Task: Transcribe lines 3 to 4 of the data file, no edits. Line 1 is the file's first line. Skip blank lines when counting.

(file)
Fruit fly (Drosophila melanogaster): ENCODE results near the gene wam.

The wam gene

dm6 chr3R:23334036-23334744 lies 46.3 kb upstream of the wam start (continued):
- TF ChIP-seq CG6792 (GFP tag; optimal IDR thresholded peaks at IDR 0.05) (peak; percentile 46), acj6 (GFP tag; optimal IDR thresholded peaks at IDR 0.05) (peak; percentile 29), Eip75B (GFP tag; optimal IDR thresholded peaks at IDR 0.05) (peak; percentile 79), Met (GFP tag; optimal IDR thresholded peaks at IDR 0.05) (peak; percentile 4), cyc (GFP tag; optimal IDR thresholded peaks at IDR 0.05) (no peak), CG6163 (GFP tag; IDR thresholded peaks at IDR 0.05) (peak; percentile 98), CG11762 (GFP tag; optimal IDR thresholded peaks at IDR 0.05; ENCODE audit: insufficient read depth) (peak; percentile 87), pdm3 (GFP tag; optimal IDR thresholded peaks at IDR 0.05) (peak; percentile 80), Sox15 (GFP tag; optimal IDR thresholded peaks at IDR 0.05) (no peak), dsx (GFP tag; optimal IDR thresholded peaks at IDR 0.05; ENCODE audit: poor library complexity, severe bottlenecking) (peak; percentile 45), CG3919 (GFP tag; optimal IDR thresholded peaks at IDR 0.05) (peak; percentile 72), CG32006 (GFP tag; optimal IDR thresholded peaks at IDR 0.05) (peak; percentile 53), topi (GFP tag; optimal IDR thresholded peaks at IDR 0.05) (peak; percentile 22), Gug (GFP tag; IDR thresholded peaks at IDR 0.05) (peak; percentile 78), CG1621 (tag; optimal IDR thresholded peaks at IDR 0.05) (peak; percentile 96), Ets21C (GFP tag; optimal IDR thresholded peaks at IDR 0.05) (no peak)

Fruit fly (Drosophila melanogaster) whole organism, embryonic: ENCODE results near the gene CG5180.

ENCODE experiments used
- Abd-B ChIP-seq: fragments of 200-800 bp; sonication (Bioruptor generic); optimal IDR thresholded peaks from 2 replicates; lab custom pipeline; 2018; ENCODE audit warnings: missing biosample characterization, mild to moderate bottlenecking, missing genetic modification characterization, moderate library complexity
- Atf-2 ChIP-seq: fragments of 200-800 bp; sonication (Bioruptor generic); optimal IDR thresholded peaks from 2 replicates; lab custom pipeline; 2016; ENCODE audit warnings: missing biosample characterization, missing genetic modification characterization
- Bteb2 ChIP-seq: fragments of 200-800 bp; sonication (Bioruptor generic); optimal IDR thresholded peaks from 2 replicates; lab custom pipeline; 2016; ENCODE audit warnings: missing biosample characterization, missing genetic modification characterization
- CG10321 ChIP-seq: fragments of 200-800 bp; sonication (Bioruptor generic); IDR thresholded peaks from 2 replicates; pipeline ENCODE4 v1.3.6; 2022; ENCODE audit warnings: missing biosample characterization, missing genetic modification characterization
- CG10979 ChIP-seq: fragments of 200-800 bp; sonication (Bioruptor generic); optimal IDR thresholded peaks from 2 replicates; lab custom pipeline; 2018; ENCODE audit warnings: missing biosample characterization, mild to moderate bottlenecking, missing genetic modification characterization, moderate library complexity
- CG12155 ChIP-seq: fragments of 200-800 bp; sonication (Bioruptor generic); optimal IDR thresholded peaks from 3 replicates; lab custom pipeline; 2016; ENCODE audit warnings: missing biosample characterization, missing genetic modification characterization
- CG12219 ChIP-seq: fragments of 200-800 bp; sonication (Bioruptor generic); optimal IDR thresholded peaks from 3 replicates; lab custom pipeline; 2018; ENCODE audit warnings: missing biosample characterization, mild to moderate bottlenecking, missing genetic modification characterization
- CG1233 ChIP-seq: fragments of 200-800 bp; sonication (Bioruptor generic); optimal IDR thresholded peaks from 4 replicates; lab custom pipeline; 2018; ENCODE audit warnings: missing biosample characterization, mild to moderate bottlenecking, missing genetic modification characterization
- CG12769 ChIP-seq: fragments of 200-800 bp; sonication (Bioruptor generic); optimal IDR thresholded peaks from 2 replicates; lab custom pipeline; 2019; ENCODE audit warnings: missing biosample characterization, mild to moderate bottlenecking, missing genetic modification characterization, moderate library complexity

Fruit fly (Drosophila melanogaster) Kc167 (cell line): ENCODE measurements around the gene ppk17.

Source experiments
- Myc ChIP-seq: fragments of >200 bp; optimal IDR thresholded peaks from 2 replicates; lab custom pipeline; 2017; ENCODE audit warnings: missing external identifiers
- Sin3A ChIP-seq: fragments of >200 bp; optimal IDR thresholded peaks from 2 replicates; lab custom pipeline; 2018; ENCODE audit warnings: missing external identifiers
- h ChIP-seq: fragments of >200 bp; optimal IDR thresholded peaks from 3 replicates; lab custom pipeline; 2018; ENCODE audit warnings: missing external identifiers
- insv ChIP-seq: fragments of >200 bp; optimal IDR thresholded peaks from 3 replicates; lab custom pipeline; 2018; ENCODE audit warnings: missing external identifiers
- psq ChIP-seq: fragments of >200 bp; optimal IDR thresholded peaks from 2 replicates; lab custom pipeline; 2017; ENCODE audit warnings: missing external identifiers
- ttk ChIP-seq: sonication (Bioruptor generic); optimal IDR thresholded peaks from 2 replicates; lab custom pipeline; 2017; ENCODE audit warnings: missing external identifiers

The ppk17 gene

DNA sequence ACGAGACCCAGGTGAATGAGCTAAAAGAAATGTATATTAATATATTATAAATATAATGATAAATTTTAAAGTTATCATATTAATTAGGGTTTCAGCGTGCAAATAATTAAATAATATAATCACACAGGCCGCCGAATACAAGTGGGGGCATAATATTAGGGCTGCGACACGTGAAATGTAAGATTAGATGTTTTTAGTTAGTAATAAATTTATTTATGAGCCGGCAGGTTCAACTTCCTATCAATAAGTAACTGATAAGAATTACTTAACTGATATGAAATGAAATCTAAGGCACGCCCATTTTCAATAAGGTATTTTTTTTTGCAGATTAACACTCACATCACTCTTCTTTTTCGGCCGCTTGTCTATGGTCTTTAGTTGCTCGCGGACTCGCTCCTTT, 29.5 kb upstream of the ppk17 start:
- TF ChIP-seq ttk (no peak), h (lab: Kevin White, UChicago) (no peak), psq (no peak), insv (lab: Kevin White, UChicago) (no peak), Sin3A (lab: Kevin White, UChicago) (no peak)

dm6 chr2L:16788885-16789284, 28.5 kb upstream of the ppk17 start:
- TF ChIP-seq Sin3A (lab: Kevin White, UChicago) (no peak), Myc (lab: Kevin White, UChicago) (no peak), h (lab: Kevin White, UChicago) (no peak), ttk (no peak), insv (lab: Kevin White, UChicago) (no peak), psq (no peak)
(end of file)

dm6 chr3R:23334036-23334744 lies 46.3 kb upstream of the wam start (continued):
- TF ChIP-seq CG6792 (GFP tag; optimal IDR thresholded peaks at IDR 0.05) (peak; percentile 46), acj6 (GFP tag; optimal IDR thresholded peaks at IDR 0.05) (peak; percentile 29), Eip75B (GFP tag; optimal IDR thresholded peaks at IDR 0.05) (peak; percentile 79), Met (GFP tag; optimal IDR thresholded peaks at IDR 0.05) (peak; percentile 4), cyc (GFP tag; optimal IDR thresholded peaks at IDR 0.05) (no peak), CG6163 (GFP tag; IDR thresholded peaks at IDR 0.05) (peak; percentile 98), CG11762 (GFP tag; optimal IDR thresholded peaks at IDR 0.05; ENCODE audit: insufficient read depth) (peak; percentile 87), pdm3 (GFP tag; optimal IDR thresholded peaks at IDR 0.05) (peak; percentile 80), Sox15 (GFP tag; optimal IDR thresholded peaks at IDR 0.05) (no peak), dsx (GFP tag; optimal IDR thresholded peaks at IDR 0.05; ENCODE audit: poor library complexity, severe bottlenecking) (peak; percentile 45), CG3919 (GFP tag; optimal IDR thresholded peaks at IDR 0.05) (peak; percentile 72), CG32006 (GFP tag; optimal IDR thresholded peaks at IDR 0.05) (peak; percentile 53), topi (GFP tag; optimal IDR thresholded peaks at IDR 0.05) (peak; percentile 22), Gug (GFP tag; IDR thresholded peaks at IDR 0.05) (peak; percentile 78), CG1621 (tag; optimal IDR thresholded peaks at IDR 0.05) (peak; percentile 96), Ets21C (GFP tag; optimal IDR thresholded peaks at IDR 0.05) (no peak)